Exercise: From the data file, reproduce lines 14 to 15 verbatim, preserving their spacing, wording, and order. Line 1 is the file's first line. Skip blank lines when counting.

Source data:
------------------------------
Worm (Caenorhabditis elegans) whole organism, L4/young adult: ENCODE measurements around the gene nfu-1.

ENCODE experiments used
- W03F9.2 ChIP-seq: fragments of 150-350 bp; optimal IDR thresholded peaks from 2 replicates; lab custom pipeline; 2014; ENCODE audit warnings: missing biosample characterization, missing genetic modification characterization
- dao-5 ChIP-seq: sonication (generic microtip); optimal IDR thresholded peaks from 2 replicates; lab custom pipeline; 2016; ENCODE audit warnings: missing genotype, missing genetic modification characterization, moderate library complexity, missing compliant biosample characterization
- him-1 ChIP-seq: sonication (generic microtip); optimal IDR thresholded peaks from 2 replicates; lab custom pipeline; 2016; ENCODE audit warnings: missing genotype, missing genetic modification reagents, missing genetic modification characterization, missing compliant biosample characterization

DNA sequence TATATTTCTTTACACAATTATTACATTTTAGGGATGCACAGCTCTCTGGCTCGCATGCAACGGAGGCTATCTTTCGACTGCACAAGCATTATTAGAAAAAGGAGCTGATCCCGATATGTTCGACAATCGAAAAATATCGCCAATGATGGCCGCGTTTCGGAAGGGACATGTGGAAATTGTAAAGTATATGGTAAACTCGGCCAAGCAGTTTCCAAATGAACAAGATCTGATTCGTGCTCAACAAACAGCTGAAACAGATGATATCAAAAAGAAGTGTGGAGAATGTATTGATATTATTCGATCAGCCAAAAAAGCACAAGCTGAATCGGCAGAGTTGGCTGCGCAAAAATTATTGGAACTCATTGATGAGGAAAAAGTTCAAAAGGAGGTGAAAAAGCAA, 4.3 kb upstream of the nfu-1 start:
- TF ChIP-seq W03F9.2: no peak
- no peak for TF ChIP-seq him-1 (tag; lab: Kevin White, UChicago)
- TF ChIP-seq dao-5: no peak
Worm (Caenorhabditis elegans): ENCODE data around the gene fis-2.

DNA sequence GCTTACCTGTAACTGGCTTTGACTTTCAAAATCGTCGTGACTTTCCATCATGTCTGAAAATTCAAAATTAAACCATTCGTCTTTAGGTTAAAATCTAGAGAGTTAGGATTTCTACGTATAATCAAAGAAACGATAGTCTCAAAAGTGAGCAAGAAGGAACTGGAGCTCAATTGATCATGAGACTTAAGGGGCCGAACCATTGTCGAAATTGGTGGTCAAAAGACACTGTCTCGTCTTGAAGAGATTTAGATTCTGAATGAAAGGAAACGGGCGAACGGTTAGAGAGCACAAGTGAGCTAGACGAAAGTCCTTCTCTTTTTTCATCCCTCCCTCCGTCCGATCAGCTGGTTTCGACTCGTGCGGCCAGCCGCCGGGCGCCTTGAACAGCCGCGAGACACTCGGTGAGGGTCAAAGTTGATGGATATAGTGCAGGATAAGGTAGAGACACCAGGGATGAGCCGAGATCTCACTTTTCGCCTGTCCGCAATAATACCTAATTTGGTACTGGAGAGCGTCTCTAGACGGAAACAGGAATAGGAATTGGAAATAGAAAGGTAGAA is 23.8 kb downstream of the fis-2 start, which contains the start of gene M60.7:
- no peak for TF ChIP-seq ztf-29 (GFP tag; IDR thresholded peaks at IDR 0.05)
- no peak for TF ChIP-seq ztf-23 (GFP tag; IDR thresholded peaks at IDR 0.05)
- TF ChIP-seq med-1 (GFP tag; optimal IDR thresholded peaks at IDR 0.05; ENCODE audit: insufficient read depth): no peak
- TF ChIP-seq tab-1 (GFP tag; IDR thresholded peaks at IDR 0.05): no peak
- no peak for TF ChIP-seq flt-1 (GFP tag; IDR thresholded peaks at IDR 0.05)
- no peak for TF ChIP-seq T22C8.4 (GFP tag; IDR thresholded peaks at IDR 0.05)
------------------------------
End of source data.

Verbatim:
- TF ChIP-seq med-1 (GFP tag; optimal IDR thresholded peaks at IDR 0.05; ENCODE audit: insufficient read depth): no peak
- TF ChIP-seq tab-1 (GFP tag; IDR thresholded peaks at IDR 0.05): no peak